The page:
Troy B. Marden is a plantsman, garden designer and co-host of Nashville Public Television’s hit gardening show, Volunteer Gardener. Troy’s gardens, photography and written work have appeared in numerous magazines and he lectures regularly on gardening around the country. Visit www.troybmarden.com.

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Get to the Point
by Troy B. Marden       #Ornamentals   #Plant Profile   #Xeriscaping

 

 

 

 

 

 

In this Zone 6 garden, Agave americana ssp. protoamericana survived several winters outdoors when it became too large to dig and move in from the garden each fall. A cage filled with dry leaves to keep moisture off of the plant during winter helped in its survival.

Have you ever visited California or the American Southwest and admired the beautiful agaves, or century plants, that dot the hillsides and grace the gardens throughout the region? Their subtle colors and stunning architectural forms are welcome additions to any garden, but being from the desert where dry soil and dry air prevails means taking a few extra steps in order to grow them successfully in the damp and humid South. Proper siting, soil preparation and in colder parts of the South, winter protection, are essential to growing agaves successfully, but the rewards are worth any amount of effort.


Agave parryiis available in several forms. Several are hardy to at least Zone 6b and will perform well in the garden as long as they have excellent winter drainage.

Dasylirion wheeleri has performed extremely well in the garden at UT’s West Tennessee Research and Education Center in Jackson, Tenn. It’s easily hardy to Zone 6 if it is well protected through its first winter or two.

 

The Cold Hardy Species
Not all agaves are hardy when it comes to surviving cold winter temperatures, especially in the Upper South, but there are a few species whose native habitats are at high elevations, making them very tolerant of cold winter temperatures and even snow! Some of the hardiest species include:

Agave havardiana
Agave lechuguilla
Agave neomexicana
Agave ovatifolia
Agave parryi
Agave parryi
ssp. Huachucensis
Agave toumeyana
Agave toumeyana
var. bella
Agave utahensis
var. kaibabensis


Agave parryi ssp. huachucensis is one of the hardiest of all agaves, surviving easily into Zone 6 as long as the soil is extremely well drained and the plant is protected through its first two winters until it is well established. Gravel mulch helps keep the base of the plant drier in winter.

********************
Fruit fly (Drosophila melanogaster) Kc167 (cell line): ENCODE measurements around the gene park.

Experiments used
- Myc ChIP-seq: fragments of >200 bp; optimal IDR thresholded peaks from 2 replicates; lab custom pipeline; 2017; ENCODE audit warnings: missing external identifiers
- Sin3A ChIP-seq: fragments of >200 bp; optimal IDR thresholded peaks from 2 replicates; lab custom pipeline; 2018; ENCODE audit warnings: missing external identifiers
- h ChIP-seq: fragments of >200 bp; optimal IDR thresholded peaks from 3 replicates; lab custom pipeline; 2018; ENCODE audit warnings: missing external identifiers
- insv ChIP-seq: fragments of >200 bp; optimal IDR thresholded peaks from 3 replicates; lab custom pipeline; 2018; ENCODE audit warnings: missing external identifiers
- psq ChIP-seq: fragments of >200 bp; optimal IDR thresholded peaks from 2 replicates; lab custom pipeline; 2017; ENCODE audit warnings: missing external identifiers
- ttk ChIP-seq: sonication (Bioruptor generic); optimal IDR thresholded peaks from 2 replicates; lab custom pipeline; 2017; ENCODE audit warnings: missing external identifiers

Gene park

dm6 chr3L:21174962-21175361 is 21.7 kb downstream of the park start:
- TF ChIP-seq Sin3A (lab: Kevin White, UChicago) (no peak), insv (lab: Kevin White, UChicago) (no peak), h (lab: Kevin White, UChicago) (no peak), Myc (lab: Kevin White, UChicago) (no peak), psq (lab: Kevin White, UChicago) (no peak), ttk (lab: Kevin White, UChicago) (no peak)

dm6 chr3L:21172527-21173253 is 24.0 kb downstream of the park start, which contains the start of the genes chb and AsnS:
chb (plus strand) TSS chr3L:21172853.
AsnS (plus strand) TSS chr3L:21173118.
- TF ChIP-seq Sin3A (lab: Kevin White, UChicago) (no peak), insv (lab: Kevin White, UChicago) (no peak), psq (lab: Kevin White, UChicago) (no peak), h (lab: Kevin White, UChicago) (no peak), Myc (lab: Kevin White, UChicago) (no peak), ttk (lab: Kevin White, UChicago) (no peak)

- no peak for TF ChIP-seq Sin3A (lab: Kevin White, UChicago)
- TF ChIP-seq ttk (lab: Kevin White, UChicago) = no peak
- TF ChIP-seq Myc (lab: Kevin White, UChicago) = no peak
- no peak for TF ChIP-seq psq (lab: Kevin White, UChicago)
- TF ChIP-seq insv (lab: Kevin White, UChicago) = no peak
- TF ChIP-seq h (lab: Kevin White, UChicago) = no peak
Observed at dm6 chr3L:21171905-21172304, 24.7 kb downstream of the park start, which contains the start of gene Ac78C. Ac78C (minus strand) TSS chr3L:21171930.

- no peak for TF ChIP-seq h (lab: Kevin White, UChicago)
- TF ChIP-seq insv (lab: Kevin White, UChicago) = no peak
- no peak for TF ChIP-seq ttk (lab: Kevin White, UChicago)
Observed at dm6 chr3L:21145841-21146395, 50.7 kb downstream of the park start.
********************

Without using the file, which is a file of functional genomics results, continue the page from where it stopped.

How to Grow Hardy Agaves
The most important thing to remember when growing hardy agaves is that their cold tolerance is directly related to how dry they can be kept during the winter, especially for the first winter or two after they’re planted. In the South our winter weather patterns are often cold and wet for long periods of time and this combination can mean almost certain death for many species.

Agave ovatifolia is one of the most beautiful of all agaves and has fared better than most in the cold, wet winters of west Tennessee. Given the protection of a cloche for the first winter, the plants have been on their own ever since and are growing beautifully.

Proper soil preparation is extremely important. Jason Reeves, the horticulturist at UT’s West Tennessee Research and Education Center in Jackson, Tennessee has found success with agaves and other plants from the desert Southwest by thoroughly amending the existing garden soil with “turkey grit,” available from most farm and feed stores. Mix your existing soil at least 50/50 with the turkey grit and then apply a “mulch” of pure turkey grit around the base of the plant at least 1-inch deep. Because drainage is so important, you’ll find it beneficial to build low mounds of soil (6 to 8 inches high is sufficient) and to plant your agaves high in the tops of these mounds rather than digging holes and planting your agaves low, where water can gather and freeze around the crown of the plant.